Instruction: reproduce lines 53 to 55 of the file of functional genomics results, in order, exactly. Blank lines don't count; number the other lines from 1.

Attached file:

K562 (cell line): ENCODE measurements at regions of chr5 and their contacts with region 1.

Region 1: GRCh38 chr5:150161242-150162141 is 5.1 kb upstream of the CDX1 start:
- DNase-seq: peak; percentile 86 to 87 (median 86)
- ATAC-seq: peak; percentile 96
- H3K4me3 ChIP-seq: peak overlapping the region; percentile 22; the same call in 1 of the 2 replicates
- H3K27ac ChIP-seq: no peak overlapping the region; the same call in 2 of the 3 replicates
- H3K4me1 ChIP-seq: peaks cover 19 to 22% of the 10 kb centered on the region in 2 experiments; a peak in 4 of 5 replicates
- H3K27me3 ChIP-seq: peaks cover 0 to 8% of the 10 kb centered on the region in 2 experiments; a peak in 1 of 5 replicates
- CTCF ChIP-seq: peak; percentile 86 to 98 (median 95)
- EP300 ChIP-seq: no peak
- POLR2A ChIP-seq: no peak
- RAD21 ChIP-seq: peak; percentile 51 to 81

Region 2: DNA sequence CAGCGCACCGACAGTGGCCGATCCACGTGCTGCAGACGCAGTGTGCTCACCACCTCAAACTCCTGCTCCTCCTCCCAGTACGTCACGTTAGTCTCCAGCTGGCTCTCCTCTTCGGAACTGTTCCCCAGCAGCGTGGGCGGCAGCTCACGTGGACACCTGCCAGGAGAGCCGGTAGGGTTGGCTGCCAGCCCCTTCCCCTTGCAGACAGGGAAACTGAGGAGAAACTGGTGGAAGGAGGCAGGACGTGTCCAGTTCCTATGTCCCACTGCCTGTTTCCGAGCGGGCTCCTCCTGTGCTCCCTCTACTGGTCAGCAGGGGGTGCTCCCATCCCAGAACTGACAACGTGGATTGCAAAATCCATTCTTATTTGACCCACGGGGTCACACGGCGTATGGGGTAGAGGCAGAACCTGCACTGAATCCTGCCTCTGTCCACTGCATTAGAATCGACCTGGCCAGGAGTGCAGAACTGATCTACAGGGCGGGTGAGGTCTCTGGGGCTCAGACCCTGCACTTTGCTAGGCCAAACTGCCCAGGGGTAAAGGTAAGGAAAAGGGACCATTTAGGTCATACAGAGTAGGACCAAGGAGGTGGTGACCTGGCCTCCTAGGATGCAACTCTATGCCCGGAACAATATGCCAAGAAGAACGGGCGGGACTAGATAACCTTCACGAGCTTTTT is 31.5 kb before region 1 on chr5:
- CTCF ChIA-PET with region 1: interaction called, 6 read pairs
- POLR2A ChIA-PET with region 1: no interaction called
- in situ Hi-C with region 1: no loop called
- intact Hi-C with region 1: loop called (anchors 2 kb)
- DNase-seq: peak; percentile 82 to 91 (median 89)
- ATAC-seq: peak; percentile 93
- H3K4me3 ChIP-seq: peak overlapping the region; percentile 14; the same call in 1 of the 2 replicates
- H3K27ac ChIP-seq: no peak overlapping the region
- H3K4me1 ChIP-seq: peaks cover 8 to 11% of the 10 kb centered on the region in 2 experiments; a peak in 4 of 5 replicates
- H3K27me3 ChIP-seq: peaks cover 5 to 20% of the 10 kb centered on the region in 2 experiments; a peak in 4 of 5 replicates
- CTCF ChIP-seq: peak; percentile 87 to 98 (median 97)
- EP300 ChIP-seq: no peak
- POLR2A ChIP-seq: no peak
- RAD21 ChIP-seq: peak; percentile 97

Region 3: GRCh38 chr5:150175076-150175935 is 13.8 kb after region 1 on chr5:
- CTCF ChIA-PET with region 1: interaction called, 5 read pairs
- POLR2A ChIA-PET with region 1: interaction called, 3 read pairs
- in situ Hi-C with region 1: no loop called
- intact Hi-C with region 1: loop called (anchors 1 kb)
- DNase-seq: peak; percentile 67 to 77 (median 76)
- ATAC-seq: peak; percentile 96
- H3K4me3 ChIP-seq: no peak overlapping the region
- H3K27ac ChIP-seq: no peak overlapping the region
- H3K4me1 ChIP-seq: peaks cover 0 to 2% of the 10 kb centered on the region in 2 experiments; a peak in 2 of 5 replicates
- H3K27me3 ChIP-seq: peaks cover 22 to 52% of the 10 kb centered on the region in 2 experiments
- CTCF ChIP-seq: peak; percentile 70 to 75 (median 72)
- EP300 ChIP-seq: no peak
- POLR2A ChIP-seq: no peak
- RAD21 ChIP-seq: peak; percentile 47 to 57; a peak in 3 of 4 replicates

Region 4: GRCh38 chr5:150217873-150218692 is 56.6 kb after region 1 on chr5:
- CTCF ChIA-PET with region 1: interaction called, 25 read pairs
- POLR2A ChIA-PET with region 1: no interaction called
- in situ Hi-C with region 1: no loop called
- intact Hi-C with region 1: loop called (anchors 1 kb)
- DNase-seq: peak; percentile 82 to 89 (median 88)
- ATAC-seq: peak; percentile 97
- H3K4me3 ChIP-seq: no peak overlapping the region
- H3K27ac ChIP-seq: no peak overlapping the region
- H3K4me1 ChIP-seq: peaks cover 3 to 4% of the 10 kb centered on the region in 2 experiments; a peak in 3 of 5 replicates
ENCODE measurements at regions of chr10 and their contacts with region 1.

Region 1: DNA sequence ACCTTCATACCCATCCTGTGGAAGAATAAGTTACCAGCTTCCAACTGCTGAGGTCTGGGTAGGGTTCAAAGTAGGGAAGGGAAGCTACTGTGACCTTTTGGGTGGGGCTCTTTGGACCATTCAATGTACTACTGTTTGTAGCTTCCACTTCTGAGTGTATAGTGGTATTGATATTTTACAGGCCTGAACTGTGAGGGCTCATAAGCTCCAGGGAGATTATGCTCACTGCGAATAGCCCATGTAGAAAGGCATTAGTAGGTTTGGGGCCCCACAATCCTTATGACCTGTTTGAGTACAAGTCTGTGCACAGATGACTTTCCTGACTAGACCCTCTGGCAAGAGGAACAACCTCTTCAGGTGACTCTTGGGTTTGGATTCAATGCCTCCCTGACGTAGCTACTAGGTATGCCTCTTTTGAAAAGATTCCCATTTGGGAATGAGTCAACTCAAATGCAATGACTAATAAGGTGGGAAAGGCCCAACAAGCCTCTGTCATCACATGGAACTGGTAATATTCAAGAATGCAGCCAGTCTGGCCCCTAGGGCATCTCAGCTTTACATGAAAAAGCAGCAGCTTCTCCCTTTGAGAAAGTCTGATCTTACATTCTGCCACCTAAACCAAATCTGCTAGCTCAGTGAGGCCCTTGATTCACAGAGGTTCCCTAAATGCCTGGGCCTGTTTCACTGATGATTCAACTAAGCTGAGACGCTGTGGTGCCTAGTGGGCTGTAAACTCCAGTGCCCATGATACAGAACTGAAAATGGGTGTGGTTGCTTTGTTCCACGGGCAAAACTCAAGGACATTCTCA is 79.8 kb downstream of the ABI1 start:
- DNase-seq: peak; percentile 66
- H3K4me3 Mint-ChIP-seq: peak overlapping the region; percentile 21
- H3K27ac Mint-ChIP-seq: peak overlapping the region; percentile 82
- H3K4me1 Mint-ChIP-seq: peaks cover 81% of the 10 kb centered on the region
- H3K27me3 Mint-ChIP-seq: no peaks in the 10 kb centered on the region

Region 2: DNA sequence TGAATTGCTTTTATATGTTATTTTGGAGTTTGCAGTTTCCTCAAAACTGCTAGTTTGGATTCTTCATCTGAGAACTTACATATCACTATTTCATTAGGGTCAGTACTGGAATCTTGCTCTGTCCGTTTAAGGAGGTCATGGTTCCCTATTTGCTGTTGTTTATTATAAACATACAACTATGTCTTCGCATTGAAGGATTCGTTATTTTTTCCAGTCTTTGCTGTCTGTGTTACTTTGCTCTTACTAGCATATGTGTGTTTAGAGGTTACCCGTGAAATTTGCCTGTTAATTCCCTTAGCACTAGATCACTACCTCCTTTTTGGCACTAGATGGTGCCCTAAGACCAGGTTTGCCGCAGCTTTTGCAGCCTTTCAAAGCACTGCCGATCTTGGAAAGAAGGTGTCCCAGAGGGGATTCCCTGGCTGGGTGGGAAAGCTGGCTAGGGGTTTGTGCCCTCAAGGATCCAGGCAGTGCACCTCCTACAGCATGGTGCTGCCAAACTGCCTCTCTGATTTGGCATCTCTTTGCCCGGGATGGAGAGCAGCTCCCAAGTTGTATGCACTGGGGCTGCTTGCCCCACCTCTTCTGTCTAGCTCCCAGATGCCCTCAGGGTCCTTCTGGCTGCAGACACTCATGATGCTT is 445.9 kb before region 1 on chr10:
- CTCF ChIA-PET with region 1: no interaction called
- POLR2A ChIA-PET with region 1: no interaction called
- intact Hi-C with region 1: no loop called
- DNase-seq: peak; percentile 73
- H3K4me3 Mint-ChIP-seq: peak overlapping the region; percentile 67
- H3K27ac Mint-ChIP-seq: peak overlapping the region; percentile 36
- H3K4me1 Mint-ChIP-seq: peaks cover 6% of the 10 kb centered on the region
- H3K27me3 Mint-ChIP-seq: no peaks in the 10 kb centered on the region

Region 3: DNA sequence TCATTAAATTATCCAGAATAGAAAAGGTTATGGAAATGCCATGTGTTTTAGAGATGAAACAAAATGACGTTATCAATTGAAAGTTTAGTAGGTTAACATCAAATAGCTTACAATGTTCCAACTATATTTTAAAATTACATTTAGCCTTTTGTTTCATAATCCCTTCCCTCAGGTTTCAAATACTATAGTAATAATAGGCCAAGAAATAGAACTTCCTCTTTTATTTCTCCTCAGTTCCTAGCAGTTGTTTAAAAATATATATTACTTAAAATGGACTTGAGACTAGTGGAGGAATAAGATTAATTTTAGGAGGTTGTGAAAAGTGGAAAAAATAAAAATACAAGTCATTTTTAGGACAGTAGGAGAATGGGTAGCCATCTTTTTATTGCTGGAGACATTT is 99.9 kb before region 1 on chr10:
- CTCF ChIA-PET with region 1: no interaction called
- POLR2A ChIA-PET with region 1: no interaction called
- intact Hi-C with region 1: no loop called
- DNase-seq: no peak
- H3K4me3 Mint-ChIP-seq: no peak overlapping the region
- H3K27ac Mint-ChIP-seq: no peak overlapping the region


ENCODE measurements at regions of chr10 and their contacts with region 1.

Region 1: DNA sequence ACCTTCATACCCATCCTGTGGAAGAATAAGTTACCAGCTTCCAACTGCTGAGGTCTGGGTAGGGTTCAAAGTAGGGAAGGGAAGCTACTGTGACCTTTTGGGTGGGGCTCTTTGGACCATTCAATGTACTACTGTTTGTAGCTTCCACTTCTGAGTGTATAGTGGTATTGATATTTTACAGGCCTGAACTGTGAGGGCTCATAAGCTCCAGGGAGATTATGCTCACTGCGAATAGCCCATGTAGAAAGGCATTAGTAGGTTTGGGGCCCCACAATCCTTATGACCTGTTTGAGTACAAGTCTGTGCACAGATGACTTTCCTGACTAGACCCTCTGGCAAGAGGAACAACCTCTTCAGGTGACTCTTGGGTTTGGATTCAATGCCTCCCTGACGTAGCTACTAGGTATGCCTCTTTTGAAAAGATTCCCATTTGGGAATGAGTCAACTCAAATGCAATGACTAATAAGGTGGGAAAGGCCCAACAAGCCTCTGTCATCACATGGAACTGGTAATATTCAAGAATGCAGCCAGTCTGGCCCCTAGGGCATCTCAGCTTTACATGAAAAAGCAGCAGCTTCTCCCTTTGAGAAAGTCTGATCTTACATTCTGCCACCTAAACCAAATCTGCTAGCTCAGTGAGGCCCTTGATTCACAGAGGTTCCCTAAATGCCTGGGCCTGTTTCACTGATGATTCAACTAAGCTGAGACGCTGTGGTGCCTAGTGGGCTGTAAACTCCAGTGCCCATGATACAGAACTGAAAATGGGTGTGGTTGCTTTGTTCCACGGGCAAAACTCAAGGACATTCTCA is 79.8 kb downstream of the ABI1 start:
- DNase-seq: peak; percentile 66